In order to assess the robustness of our calculations to the underestimation of the band gap within the GGA, we have computed electronic structures and Berry curvatures of our fullyfluorinated as well as halffluorinated GaBi films using the hybrid functional HSE06^{42}. We find that our GGAbased results in Fig. 2 correctly capture the evolution of the topological phases with strain, some differences in the exact values of the strain at which various phase transitions occur for different exchangecorrelation functionals notwithstanding.
Regarding experimental realization, our predicted halfpassivated IIIV honeycombs could be realized by growing these honeycombs on a suitable substrate. A recent study^{33} has shown that halfiodinated stanene could be realized in stanene grown on CdTe. In addition, one study^{43} SiCH utilized ultrahigh purity hydrogen etching to modify SiC(0001) into Hpassivated SiC which is equivalent to halfhydrogenation, and might be appropriate for halfhalogenations more generally. Studies toward realizing GaBi films via Bidoped GaAs^{44}, and related works attempting honeycomblike InBi on Si(111)^{45}, has been also reported. Most recently, another study^{46} explored the growth of TlBi film by depositing Bi on Tlcovered Si(111) surface for which a variety of different surface reconstructions such as, and 4 × 4 for Tl_{0.75}Bi_{0.25} and Tl_{0.632}Bi_{0.368}, respectively, were observed. Our study demonstrates the tunability of the halfhalogenated/halfhydrogenated IIIV films, which implies a suitable substrate could induce the QAH phase in these IIIV films.
Summary and Conclusions
We have presented an ab initio study of the electronic and topological properties of GaBi films functionalized through hydrogenation/halogenation. The presence of a QAH insulator phase is predicted in halffluorinated GaBi honeycomb under tensile strain. This QAH phase is driven by a single inversion in the band structure at the Γ point. Our computations on a halffluorinated GaBi nanoribbon with zigzag edges reveal that the edge state spectrum consists of a single chiral band crossing the Fermi level within the band gap. Our study suggests that halffluorinated GaBi honeycombs could provide a new materials platform for exploiting the QAH effect in spintronics applications.
Methods
Our firstprinciples calculations were performed within the framework of the density functional theory (DFT) utilizing the generalized gradient approximation (GGA)^{47,48,49,50,51}. Projectoraugmentedwave (PAW)^{52} wave functions with energy cutoffs of 300 and 400 eV for hydrogenation and fluorination, respectively, were used in the Vienna AbInitio Simulation Package (VASP)^{53,54}. Atomic positions were optimized for each lattice constant value considered until the residual forces were no greater than 10^{−3} eV/Å. Convergence criterion for selfconsistency in electronic structure computations was set at 10^{−6} eV. A vacuum layer of at least 30 Å along the z direction was used to simulate thin films. A Γcentered MonkhorstPack^{55} grid of 12 × 12 × 1 was used for 2D integrations in the Brillouin zone. Berry curvatures and edge states were calculated based on an effective tightbinding Hamiltonian obtained by using maximallylocalized Wannier functions via the WANNIER90 package^{56}. In connection with topological properties, Chern number C were computed for various cases using^{15,25,57}:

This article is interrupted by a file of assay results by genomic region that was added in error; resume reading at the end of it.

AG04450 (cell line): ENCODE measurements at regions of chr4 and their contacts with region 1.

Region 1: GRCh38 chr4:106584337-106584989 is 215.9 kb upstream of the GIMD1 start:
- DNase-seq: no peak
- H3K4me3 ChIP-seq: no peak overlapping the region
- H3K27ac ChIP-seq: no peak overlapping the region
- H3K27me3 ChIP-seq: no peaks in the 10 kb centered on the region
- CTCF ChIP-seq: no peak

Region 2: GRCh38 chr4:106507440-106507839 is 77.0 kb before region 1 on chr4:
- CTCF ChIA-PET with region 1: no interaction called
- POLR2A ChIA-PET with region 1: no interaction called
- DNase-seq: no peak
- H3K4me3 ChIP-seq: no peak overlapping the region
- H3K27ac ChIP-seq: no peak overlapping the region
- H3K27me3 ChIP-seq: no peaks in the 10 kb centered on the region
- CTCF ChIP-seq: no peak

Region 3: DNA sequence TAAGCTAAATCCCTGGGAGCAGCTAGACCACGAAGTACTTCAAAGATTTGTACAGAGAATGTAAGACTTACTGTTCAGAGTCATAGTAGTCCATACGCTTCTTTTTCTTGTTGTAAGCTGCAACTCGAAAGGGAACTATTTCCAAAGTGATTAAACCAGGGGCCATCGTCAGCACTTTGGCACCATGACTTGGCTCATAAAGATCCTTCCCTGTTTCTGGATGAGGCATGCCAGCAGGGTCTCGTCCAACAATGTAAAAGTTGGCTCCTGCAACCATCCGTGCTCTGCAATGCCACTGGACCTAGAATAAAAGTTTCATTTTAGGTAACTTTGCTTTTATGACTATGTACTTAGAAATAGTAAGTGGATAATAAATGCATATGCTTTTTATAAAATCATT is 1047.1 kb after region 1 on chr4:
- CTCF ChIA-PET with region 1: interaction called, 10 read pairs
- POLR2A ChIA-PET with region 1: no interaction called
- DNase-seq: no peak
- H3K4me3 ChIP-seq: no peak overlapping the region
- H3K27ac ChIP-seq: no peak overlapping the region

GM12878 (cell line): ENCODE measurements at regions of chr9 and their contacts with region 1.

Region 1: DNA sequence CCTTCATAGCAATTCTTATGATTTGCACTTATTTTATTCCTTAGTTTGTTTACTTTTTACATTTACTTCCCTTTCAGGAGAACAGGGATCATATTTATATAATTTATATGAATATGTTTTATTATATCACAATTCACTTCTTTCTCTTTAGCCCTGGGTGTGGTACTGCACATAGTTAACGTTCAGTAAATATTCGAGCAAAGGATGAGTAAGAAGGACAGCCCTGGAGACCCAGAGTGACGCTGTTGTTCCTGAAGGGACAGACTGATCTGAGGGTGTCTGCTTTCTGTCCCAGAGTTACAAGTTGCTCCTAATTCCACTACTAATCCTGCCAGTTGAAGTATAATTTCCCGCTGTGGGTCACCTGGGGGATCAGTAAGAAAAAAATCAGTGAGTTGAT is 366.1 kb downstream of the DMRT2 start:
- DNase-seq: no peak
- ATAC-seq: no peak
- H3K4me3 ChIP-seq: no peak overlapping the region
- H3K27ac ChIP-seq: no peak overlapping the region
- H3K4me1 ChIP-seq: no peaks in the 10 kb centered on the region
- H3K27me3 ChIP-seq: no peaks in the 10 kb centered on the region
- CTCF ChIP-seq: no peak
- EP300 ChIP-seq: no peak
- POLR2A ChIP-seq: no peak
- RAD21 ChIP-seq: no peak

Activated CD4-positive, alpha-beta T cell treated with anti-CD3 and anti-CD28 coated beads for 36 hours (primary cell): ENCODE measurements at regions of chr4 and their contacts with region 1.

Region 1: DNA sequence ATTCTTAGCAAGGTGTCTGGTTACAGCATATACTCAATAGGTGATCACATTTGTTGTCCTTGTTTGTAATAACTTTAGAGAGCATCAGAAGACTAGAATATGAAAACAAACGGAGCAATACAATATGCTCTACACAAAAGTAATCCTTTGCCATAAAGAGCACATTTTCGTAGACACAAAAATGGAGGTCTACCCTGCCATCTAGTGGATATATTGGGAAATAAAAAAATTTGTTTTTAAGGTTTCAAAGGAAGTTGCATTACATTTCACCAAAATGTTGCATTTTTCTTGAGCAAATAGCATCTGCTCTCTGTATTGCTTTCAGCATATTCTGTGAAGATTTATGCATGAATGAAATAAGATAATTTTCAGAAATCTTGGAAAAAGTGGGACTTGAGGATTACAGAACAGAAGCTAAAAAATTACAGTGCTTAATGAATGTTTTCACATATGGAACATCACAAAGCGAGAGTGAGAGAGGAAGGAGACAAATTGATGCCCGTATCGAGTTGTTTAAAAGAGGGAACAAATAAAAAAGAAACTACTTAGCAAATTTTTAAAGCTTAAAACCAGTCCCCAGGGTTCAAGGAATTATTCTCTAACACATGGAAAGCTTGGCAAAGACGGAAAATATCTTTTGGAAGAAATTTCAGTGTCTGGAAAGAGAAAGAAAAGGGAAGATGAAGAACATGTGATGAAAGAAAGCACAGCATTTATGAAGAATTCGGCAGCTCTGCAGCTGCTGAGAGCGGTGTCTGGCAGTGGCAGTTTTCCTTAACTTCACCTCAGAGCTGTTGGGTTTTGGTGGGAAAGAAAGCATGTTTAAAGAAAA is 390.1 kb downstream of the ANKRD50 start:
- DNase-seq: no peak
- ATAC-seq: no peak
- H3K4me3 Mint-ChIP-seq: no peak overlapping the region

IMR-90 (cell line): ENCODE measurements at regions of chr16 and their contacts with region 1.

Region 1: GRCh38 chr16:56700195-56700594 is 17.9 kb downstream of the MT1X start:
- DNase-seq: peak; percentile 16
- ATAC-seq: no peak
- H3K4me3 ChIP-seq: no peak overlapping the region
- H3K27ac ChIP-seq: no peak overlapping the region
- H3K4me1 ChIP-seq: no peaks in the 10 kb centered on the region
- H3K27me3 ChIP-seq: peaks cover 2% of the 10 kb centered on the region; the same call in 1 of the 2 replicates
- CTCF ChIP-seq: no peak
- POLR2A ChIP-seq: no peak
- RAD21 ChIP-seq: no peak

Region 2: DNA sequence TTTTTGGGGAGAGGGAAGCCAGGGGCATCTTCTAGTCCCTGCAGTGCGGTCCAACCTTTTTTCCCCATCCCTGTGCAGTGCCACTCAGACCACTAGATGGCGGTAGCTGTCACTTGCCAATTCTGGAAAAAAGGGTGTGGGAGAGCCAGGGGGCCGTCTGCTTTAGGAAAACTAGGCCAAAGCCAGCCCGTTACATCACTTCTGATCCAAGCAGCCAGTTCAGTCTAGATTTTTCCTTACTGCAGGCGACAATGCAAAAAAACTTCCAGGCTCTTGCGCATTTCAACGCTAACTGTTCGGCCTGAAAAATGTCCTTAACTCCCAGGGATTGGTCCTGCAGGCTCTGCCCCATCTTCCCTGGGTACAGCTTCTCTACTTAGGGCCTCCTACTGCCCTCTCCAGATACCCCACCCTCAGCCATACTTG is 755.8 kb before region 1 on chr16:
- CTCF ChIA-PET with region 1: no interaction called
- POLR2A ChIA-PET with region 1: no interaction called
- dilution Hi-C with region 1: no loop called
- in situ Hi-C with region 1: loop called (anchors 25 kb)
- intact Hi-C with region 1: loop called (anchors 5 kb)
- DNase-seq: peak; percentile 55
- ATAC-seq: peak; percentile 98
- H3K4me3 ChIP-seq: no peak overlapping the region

where Ω_{n}(k) is the Berry curvature for the nth band^{15,58,59}.
Additional Information
How to cite this article: Chen, S.P. et al. Prediction of Quantum Anomalous Hall Insulator in halffluorinated GaBi Honeycomb. Sci. Rep. 6, 31317; doi: 10.1038/srep31317 (2016).
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Acknowledgements
F.C.C. acknowledges support from the National Center for Theoretical Sciences and the Ministry of Science and Technology of Taiwan under Grants Nos MOST1042112M110002MY3 and MOST1032112M110008MY3. He is also grateful to the National Center for Highperformance Computing for computer time and facilities. The work at Northeastern University was supported by the US Department of Energy (DOE), Office of Science, Basic Energy Sciences grant number DEFG0207ER46352 (core research), and benefited from Northeastern University’s Advanced Scientific Computation Center (ASCC), the NERSC supercomputing center through DOE grant number DEAC0205CH11231, and support (applications to layered materials) from the DOE EFRC: Center for the Computational Design of Functional Layered Materials (CCDM) under DESC0012575. H.L. acknowledge the Singapore National Research Foundation for support under NRF Award No. NRFNRFF201303.
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Author notes
 SungPing Chen
 & ZhiQuan Huang
These authors contributed equally to this work.
Affiliations
Department of Physics, National Sun YatSen University, Kaohsiung 804, Taiwan
 SungPing Chen
 , ZhiQuan Huang
 , Christian P. Crisostomo
 , ChiaHsiu Hsu
 & FengChuan Chuang
Centre for Advanced 2D Materials and Graphene Research Centre, National University of Singapore, Singapore 117546
 Hsin Lin
Department of Physics, National University of Singapore, Singapore 117542
 Hsin Lin
Department of Physics, Northeastern University, Boston, Massachusetts 02115, USA
 Arun Bansil
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Contributions
F.C.C. and H.L. conceived and initiated the study. S.P.C., C.H.H. and Z.Q.H. performed first principles calculations. Z.Q.H. performed the Chern number calculation. C.H.H., Z.Q.H., C.P.C., F.C.C., H.L. and A.B. performed the detailed analysis and contributed to the discussions. C.H.H., Z.Q.H., C.P.C., F.C.C., H.L. and A.B. wrote the manuscript. All authors reviewed the manuscript.
Competing interests
The authors declare no competing financial interests.
Corresponding authors
Correspondence to FengChuan Chuang or Hsin Lin.